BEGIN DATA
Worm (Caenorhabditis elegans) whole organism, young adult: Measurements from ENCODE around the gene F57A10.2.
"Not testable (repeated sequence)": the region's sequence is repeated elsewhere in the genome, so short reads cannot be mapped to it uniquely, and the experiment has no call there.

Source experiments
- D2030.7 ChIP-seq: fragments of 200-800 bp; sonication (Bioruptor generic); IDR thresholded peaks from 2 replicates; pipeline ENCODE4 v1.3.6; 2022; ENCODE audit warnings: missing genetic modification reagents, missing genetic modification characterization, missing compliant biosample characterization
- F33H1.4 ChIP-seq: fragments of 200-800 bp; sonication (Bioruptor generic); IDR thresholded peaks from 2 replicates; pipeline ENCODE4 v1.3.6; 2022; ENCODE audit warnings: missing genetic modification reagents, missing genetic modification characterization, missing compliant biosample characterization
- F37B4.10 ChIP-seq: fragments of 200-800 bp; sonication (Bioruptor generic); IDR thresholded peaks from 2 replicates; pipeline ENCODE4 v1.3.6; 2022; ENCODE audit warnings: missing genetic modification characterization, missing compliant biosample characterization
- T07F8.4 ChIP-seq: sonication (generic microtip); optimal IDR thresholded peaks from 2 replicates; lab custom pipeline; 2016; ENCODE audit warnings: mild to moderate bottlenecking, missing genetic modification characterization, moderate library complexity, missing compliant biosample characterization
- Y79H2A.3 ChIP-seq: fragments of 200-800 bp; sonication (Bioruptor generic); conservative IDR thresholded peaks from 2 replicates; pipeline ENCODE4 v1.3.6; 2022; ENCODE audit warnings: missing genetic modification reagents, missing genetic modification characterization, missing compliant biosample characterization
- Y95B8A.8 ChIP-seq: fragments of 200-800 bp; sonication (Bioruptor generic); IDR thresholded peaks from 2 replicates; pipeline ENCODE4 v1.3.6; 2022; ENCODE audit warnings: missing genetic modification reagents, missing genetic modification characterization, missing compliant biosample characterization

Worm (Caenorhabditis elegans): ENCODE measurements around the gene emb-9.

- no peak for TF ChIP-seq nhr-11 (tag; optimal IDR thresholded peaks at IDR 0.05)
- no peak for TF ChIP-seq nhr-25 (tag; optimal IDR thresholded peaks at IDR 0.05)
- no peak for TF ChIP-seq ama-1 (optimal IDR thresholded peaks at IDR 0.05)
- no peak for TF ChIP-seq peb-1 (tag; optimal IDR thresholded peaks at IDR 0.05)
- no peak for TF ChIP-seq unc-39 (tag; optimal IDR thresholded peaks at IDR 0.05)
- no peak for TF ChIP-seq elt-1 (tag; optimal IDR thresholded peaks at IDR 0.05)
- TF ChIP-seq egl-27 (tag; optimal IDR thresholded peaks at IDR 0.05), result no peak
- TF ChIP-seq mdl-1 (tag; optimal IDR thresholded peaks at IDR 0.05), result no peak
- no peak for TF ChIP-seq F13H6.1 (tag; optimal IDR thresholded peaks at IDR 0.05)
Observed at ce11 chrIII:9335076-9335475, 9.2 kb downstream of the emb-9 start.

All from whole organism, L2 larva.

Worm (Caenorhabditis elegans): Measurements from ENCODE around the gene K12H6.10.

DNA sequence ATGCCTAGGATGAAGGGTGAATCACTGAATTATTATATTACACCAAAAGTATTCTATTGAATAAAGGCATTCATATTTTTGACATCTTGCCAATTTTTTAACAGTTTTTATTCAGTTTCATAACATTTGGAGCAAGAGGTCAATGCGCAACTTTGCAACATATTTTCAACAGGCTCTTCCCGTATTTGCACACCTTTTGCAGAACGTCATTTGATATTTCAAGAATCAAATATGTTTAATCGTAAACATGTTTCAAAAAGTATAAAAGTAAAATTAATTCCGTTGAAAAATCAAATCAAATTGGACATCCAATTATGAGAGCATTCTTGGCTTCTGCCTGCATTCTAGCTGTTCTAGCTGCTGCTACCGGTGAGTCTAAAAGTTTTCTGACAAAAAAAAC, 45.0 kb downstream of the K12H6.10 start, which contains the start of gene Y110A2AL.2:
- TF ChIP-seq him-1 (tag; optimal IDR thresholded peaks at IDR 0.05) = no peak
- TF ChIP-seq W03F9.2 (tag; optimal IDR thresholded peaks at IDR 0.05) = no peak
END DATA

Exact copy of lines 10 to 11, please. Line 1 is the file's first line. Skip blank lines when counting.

Worm (Caenorhabditis elegans): ENCODE measurements around the gene emb-9.

- no peak for TF ChIP-seq nhr-11 (tag; optimal IDR thresholded peaks at IDR 0.05)